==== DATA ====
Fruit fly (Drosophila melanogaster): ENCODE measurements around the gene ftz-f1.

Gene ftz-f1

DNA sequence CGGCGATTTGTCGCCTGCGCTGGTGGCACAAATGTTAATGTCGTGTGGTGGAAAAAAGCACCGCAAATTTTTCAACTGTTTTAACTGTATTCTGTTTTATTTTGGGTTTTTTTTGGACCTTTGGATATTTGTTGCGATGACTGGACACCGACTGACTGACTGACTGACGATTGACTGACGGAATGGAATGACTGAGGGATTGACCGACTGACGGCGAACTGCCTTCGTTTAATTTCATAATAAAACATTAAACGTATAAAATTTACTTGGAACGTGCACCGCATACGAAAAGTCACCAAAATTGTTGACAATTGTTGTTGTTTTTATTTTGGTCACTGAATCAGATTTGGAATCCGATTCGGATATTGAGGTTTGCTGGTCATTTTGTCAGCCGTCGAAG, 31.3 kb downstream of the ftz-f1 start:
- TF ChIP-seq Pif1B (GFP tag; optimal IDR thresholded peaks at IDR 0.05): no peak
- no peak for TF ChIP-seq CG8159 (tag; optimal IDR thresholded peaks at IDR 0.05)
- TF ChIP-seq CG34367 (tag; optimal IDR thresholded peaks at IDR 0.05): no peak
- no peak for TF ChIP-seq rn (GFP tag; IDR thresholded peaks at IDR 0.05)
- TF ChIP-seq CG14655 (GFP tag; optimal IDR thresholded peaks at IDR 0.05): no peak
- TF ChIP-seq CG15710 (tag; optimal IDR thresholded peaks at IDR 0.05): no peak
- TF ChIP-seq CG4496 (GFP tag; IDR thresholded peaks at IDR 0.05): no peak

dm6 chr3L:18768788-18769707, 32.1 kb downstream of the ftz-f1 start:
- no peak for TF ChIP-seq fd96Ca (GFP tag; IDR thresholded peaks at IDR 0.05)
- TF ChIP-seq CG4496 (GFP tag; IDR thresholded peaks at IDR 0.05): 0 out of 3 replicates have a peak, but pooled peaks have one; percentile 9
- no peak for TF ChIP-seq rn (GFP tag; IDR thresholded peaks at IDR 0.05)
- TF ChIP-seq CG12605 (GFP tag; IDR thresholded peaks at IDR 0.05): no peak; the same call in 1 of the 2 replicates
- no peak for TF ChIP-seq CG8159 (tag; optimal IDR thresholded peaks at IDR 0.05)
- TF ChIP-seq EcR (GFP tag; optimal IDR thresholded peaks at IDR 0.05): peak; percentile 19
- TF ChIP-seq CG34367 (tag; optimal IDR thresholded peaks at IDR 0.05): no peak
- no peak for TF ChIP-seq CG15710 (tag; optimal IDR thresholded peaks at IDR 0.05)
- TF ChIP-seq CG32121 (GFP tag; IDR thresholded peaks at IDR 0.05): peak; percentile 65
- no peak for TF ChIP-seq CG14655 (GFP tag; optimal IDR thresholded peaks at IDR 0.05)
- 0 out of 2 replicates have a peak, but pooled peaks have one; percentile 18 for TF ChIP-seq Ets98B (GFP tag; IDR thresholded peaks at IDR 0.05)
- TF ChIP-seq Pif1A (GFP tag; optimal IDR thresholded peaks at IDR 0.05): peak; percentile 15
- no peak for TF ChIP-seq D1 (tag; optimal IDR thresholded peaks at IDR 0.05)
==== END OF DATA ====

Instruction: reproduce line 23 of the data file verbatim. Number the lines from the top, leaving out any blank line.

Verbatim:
- TF ChIP-seq Pif1A (GFP tag; optimal IDR thresholded peaks at IDR 0.05): peak; percentile 15